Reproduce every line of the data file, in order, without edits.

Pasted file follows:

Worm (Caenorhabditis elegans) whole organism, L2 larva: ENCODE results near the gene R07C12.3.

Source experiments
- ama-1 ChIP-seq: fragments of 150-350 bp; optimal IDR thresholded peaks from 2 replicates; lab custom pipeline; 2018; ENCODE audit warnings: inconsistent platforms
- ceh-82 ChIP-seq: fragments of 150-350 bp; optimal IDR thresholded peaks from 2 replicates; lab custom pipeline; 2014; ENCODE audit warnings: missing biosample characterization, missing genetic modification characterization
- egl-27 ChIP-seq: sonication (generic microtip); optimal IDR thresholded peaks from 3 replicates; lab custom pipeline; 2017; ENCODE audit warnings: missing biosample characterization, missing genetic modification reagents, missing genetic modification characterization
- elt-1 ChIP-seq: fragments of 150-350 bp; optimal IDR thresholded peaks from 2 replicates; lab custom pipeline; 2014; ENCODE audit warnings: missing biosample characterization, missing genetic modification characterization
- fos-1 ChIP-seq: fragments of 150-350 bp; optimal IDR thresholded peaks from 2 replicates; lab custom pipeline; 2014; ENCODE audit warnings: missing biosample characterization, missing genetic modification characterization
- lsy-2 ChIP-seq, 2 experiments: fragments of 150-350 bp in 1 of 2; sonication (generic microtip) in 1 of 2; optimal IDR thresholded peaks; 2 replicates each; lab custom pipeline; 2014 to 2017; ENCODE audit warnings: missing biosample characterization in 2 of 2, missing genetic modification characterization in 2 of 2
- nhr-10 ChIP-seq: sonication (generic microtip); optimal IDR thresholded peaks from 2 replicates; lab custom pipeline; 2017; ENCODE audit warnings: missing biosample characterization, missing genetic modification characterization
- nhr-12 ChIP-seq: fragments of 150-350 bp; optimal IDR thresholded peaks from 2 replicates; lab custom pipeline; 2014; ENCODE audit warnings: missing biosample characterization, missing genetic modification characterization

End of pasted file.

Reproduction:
Worm (Caenorhabditis elegans) whole organism, L2 larva: ENCODE results near the gene R07C12.3.

Source experiments
- ama-1 ChIP-seq: fragments of 150-350 bp; optimal IDR thresholded peaks from 2 replicates; lab custom pipeline; 2018; ENCODE audit warnings: inconsistent platforms
- ceh-82 ChIP-seq: fragments of 150-350 bp; optimal IDR thresholded peaks from 2 replicates; lab custom pipeline; 2014; ENCODE audit warnings: missing biosample characterization, missing genetic modification characterization
- egl-27 ChIP-seq: sonication (generic microtip); optimal IDR thresholded peaks from 3 replicates; lab custom pipeline; 2017; ENCODE audit warnings: missing biosample characterization, missing genetic modification reagents, missing genetic modification characterization
- elt-1 ChIP-seq: fragments of 150-350 bp; optimal IDR thresholded peaks from 2 replicates; lab custom pipeline; 2014; ENCODE audit warnings: missing biosample characterization, missing genetic modification characterization
- fos-1 ChIP-seq: fragments of 150-350 bp; optimal IDR thresholded peaks from 2 replicates; lab custom pipeline; 2014; ENCODE audit warnings: missing biosample characterization, missing genetic modification characterization
- lsy-2 ChIP-seq, 2 experiments: fragments of 150-350 bp in 1 of 2; sonication (generic microtip) in 1 of 2; optimal IDR thresholded peaks; 2 replicates each; lab custom pipeline; 2014 to 2017; ENCODE audit warnings: missing biosample characterization in 2 of 2, missing genetic modification characterization in 2 of 2
- nhr-10 ChIP-seq: sonication (generic microtip); optimal IDR thresholded peaks from 2 replicates; lab custom pipeline; 2017; ENCODE audit warnings: missing biosample characterization, missing genetic modification characterization
- nhr-12 ChIP-seq: fragments of 150-350 bp; optimal IDR thresholded peaks from 2 replicates; lab custom pipeline; 2014; ENCODE audit warnings: missing biosample characterization, missing genetic modification characterization